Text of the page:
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Bill Paxton

Bill Paxton - Who Do You Think You Are? There is something emotionally significant about discovering a Revolutionary War patriot in your family tree. The idea that your own ancestor somehow contributed to the birth of a new nation may set off an explosion of patriotic anthems in your mind and unearth a desire to know how they helped secure American independence.

Once you know where your ancestors lived during the time of the American Revolution, you can better pinpoint the types of records available in that region and what insight they may offer into the life of your ancestor in the late 18th century.

While researching Bill Paxton’s tree, we found that his ancestor Benjamin Sharp lived in Virginia during the Revolutionary War. This led us to various documents regarding his service in the war as a spy as well as his involvement at the Battle of Kings Mountain at age 18. One of the most powerful was an article Sharp wrote in his twilight years about his war experience that was published in the American Pioneer magazine in 1842.

By Sharp’s late 30s and early 40s, he had started a family, settled a farm, and owned a significant amount of land. Land ownership is often a key to finding other records that can fill in the blanks about your ancestor. Because Sharp owned quite a bit of land, it was likely that he would be found in county court records for land purchases and the like. When we looked into the county court minutes, we quickly found him there.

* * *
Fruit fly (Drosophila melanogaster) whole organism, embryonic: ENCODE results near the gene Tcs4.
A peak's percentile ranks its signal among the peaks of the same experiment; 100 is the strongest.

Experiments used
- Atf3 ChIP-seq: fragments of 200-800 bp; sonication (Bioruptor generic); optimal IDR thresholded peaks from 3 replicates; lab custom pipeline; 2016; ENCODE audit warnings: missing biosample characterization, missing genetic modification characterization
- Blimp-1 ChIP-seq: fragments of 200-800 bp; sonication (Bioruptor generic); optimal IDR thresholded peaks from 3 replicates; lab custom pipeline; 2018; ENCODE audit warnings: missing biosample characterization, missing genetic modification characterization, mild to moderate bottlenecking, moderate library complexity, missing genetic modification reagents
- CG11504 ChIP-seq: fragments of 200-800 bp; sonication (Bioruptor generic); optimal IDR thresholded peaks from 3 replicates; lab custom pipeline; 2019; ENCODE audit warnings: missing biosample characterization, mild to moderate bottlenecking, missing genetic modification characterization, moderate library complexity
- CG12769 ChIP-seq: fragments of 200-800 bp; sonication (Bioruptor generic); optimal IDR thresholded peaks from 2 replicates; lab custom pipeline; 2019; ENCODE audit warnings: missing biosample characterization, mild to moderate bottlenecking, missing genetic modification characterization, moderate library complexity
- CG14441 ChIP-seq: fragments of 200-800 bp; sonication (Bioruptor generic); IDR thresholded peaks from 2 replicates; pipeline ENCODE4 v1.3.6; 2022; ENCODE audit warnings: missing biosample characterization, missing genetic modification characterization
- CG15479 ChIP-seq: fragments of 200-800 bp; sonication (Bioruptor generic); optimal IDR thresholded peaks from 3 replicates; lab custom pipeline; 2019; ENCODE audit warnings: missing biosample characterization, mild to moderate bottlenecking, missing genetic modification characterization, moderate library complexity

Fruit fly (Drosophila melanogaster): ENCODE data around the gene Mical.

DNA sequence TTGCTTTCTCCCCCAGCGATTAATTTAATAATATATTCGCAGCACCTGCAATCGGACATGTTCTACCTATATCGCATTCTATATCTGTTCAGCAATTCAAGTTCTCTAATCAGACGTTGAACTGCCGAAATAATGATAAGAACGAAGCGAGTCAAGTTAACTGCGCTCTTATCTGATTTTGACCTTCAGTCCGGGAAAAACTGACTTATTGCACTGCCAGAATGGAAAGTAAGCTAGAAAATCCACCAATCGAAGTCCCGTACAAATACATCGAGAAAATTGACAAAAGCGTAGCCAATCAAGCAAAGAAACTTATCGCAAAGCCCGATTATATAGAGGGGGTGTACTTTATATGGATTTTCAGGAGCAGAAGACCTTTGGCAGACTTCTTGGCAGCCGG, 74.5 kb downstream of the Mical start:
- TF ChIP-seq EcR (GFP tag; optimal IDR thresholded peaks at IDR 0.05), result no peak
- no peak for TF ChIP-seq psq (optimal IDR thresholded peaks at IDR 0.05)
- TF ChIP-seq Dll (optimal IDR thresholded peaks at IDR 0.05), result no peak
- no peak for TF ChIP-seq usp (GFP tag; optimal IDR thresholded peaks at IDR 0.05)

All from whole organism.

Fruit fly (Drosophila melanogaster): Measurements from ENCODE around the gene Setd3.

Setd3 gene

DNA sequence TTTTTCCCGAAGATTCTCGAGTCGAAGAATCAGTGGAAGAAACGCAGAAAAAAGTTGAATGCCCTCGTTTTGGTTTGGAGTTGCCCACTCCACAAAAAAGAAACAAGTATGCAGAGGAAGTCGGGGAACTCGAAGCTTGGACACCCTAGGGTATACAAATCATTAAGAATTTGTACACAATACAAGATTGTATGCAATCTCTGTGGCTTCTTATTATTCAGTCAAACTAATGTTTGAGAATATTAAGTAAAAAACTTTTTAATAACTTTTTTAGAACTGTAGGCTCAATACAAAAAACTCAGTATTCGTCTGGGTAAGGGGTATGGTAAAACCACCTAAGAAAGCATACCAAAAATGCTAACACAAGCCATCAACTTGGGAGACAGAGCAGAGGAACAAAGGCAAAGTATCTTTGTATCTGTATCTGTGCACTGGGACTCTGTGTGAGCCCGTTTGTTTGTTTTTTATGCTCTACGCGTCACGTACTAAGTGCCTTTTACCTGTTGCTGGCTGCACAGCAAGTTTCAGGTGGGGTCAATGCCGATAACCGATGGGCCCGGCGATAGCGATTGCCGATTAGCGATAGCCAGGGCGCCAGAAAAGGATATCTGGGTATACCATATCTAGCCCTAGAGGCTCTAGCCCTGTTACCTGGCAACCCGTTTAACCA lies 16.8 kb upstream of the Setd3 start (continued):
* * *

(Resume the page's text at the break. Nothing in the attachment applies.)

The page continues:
Court records in Virginia and Missouri (where Benjamin later lived) showed that Benjamin Sharp worked as a surveyor, a justice of the peace, and other bureaucratic positions at the county level. This bread crumb of information gave us direction to find Sharp’s political history. Because he was politically active at the local level, it is likely that he was working his way up through the bureaucratic ranks and that his local involvement had national implications.

We found that during the U.S. presidential election of 1800 between Thomas Jefferson and John Adams, Sharp served as one of the commissioners overseeing the election. Commissioners were responsible for making sure the election went smoothly and verifying the ballot counts. The record of Sharp’s political service is in the executive papers of the Virginia governor, who was James Monroe (who later became president himself).

Research Manager on Project:

Paul K. Graham

Project Hours:

109 hours

Paul is a graduate of the George Washington University and began his career as a title examiner in Georgia, gaining valuable knowledge of property and probate law and records. He has performed genealogical and historical research for clients since 2004.

His television credits include research into actor-comedian Chris Tucker's roots for African American Lives (2006), as well as the family histories of actor Blair Underwood, chef Paula Deen, and actor Jim Parsons for Who Do You Think You Are? (2012-2013). In 2007 he researched the childhood history and family secrets of Marine Corps Lieutenant General Victor Krulak (dec.) for the biography Brute: The Life of Victor Krulak, U.S. Marine by author Robert Coram. Paul is the author of seven books related to Georgia genealogy and records.